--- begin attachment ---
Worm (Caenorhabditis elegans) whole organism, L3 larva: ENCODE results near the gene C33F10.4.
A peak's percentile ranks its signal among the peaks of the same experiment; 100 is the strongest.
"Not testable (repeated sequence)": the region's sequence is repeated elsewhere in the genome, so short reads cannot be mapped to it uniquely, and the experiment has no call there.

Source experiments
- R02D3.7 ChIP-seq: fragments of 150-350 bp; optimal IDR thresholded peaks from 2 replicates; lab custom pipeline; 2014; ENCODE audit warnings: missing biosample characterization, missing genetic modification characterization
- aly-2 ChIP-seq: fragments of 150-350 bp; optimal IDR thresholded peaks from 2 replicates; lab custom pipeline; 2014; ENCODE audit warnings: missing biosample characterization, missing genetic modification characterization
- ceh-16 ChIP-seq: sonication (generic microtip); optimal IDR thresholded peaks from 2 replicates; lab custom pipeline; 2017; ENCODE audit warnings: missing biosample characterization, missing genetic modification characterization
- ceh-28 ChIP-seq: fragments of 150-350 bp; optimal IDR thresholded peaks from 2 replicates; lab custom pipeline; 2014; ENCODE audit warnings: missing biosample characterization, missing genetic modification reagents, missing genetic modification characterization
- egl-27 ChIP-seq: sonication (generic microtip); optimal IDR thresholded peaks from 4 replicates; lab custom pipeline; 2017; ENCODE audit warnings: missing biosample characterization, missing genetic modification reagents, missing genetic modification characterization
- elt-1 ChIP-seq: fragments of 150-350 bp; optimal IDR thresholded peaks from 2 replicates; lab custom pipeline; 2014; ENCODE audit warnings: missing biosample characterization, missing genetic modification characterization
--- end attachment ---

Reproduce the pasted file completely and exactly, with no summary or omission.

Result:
Worm (Caenorhabditis elegans) whole organism, L3 larva: ENCODE results near the gene C33F10.4.
A peak's percentile ranks its signal among the peaks of the same experiment; 100 is the strongest.
"Not testable (repeated sequence)": the region's sequence is repeated elsewhere in the genome, so short reads cannot be mapped to it uniquely, and the experiment has no call there.

Source experiments
- R02D3.7 ChIP-seq: fragments of 150-350 bp; optimal IDR thresholded peaks from 2 replicates; lab custom pipeline; 2014; ENCODE audit warnings: missing biosample characterization, missing genetic modification characterization
- aly-2 ChIP-seq: fragments of 150-350 bp; optimal IDR thresholded peaks from 2 replicates; lab custom pipeline; 2014; ENCODE audit warnings: missing biosample characterization, missing genetic modification characterization
- ceh-16 ChIP-seq: sonication (generic microtip); optimal IDR thresholded peaks from 2 replicates; lab custom pipeline; 2017; ENCODE audit warnings: missing biosample characterization, missing genetic modification characterization
- ceh-28 ChIP-seq: fragments of 150-350 bp; optimal IDR thresholded peaks from 2 replicates; lab custom pipeline; 2014; ENCODE audit warnings: missing biosample characterization, missing genetic modification reagents, missing genetic modification characterization
- egl-27 ChIP-seq: sonication (generic microtip); optimal IDR thresholded peaks from 4 replicates; lab custom pipeline; 2017; ENCODE audit warnings: missing biosample characterization, missing genetic modification reagents, missing genetic modification characterization
- elt-1 ChIP-seq: fragments of 150-350 bp; optimal IDR thresholded peaks from 2 replicates; lab custom pipeline; 2014; ENCODE audit warnings: missing biosample characterization, missing genetic modification characterization